Op-Ed: Briefing The Current Human Right Situation in Somaliland

0


Briefing The Current Human Right Situation in Somaliland

1.-*Introduction  

The Republic of Somaliland (hereinafter called “SL”) is an independent country located east Africa, bordered Ethiopia, Somalia, Djibouti, and the Gulf of Aden at the red sea. SL declared it’s on May-18-1991, in a conference held burao by the elders and traditional leaders across the country. Somaliland is the leading beacon of stability, peace and democracy in the horn and held more democratic election less than two decades.

The beginning of the 21th-century was a great achievement to the SL government and its people, hence Somaliland people voted a constitution through a democratic referendum which was allowed by the majority of the voters. The new constitution in line with the international standards of human rights, guarantee rights and give priority the protection and promotion of human rights in the country.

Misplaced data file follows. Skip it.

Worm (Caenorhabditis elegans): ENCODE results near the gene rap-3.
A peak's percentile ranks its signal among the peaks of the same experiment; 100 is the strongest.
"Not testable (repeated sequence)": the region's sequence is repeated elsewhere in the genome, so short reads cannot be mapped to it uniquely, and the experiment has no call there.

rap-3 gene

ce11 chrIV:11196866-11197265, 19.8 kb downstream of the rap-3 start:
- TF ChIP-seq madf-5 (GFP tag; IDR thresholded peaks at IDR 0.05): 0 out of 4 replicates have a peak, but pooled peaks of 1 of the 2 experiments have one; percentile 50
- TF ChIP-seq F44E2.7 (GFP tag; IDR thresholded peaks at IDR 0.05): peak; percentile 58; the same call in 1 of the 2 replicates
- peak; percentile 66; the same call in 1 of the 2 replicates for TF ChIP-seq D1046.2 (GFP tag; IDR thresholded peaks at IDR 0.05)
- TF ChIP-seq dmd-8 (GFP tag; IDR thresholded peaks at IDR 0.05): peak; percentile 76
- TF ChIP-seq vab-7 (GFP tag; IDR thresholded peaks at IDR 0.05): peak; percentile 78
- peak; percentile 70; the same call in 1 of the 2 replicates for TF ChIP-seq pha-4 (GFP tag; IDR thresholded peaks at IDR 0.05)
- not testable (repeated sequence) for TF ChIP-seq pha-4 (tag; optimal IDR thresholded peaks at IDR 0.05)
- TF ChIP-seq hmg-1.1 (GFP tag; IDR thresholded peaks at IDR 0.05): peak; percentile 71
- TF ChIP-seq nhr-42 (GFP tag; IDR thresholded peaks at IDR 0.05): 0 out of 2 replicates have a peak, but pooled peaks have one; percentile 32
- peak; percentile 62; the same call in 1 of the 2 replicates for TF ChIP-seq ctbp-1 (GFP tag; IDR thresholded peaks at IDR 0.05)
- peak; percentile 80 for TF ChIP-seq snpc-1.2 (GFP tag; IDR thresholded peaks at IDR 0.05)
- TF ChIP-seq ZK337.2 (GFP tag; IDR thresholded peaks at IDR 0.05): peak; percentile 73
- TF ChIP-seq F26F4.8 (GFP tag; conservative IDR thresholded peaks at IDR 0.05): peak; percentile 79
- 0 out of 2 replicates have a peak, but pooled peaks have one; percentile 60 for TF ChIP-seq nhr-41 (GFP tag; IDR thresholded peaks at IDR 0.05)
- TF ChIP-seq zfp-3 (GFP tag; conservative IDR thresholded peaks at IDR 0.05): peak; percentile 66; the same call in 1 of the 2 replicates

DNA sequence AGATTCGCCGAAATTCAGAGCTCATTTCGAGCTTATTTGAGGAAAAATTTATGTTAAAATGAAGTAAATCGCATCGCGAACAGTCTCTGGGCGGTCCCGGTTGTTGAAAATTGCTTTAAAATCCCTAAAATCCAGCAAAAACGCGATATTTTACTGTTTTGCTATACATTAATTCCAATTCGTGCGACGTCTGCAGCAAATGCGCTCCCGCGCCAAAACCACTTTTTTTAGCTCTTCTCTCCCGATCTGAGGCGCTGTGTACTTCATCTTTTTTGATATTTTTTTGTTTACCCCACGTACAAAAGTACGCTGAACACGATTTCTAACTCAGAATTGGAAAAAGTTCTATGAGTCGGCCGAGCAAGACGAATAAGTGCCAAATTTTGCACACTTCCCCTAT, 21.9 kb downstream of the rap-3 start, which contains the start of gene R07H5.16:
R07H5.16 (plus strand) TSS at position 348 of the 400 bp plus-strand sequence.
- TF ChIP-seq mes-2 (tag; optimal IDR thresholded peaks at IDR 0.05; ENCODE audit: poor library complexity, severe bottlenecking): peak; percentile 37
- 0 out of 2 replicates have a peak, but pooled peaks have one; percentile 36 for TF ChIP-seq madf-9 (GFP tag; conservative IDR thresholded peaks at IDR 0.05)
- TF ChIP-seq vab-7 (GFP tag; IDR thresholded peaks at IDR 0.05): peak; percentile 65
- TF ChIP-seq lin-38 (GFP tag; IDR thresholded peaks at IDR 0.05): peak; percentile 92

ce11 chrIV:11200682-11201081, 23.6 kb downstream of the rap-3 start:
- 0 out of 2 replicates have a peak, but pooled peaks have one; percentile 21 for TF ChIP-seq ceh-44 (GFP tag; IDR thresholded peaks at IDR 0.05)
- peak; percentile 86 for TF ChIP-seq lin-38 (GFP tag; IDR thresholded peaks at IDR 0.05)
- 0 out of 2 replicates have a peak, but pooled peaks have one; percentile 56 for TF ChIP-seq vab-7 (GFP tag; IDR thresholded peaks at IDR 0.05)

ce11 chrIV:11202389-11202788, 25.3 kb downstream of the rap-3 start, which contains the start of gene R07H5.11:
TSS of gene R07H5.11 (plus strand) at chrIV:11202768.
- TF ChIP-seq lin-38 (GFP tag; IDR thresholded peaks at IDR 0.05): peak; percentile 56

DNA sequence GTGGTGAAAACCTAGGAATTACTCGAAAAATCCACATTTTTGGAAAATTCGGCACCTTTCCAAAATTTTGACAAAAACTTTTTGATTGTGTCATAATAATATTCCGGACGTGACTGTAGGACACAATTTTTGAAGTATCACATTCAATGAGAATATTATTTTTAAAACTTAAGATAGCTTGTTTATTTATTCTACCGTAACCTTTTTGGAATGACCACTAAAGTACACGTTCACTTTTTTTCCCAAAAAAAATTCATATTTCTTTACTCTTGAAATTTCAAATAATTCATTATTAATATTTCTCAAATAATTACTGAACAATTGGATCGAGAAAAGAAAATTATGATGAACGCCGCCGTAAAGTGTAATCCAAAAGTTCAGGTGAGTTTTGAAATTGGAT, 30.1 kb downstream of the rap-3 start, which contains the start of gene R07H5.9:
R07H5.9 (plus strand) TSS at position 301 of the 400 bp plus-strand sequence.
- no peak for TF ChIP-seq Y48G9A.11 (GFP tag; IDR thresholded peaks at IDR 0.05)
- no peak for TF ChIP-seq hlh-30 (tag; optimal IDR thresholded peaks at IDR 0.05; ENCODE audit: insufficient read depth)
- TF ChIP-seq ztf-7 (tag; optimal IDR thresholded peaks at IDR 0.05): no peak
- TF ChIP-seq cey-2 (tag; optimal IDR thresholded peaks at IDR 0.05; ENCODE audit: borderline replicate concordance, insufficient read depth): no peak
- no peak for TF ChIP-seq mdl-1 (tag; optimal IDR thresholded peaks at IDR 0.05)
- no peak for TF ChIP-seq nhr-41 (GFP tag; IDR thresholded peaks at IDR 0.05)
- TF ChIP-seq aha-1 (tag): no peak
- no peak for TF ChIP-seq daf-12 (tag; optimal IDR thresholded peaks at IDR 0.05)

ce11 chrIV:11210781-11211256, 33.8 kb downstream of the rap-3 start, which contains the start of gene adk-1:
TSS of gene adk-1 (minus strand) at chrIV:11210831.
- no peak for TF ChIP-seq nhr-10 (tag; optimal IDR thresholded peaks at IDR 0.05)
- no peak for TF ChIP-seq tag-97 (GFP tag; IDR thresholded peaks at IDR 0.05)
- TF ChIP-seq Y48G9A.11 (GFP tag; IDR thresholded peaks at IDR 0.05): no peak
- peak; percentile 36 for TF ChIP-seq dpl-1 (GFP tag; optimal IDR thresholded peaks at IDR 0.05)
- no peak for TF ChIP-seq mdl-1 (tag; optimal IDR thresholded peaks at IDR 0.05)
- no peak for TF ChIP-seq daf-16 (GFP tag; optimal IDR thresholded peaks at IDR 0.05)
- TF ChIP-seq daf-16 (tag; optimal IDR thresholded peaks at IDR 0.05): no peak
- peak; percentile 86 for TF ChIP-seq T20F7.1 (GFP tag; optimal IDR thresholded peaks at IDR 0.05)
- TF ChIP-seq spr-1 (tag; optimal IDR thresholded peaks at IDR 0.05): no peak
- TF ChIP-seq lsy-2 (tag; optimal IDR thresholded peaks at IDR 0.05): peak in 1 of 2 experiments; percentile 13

Nevertheless, the situation of human rights in Somaliland aggravated and successive governments did not seem to do more on progressive and develop the country’s human rights record. Usually, human rights violations occur by either the actions or omissions of the government or its agencies.

“Somaliland has not improved its human rights record. All the reports of HRC since the inception in 2013 show that the government is not positively changing” says the HRC chairwomen Yasmin Omar H. Mohamoud.

Each year violations against human rights occur in the country, including the oppression of freedom of expression and opinion, arrests without a court warrant and police impunity. The recently approved police law which made them accountable civilian courts and observable by the neutral body were suspended and amended its articles to the police with military status.

Human Rights Centre (HRC Somaliland) is the only local human rights watchdog based in Somaliland. The Centre publishes each year annual review report which covers the situation of human rights on human beings in the country.

Ultimately we shed the light and deeply consider the violations against human rights which occurred in SL last year which recorded by HRC.

  1. Arbitral arrests